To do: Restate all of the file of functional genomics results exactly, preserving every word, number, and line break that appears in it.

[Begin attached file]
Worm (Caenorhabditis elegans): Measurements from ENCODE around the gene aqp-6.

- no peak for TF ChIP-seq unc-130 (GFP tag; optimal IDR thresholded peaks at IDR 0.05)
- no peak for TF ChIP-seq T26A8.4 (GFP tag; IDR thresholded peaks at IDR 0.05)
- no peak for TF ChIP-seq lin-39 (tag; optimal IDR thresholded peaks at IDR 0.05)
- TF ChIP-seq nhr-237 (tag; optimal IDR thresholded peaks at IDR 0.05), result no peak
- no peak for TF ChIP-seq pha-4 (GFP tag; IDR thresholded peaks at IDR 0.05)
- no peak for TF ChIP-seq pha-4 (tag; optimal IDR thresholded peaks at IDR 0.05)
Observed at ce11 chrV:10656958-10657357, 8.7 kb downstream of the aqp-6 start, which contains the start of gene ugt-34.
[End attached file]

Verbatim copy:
Worm (Caenorhabditis elegans): Measurements from ENCODE around the gene aqp-6.

- no peak for TF ChIP-seq unc-130 (GFP tag; optimal IDR thresholded peaks at IDR 0.05)
- no peak for TF ChIP-seq T26A8.4 (GFP tag; IDR thresholded peaks at IDR 0.05)
- no peak for TF ChIP-seq lin-39 (tag; optimal IDR thresholded peaks at IDR 0.05)
- TF ChIP-seq nhr-237 (tag; optimal IDR thresholded peaks at IDR 0.05), result no peak
- no peak for TF ChIP-seq pha-4 (GFP tag; IDR thresholded peaks at IDR 0.05)
- no peak for TF ChIP-seq pha-4 (tag; optimal IDR thresholded peaks at IDR 0.05)
Observed at ce11 chrV:10656958-10657357, 8.7 kb downstream of the aqp-6 start, which contains the start of gene ugt-34.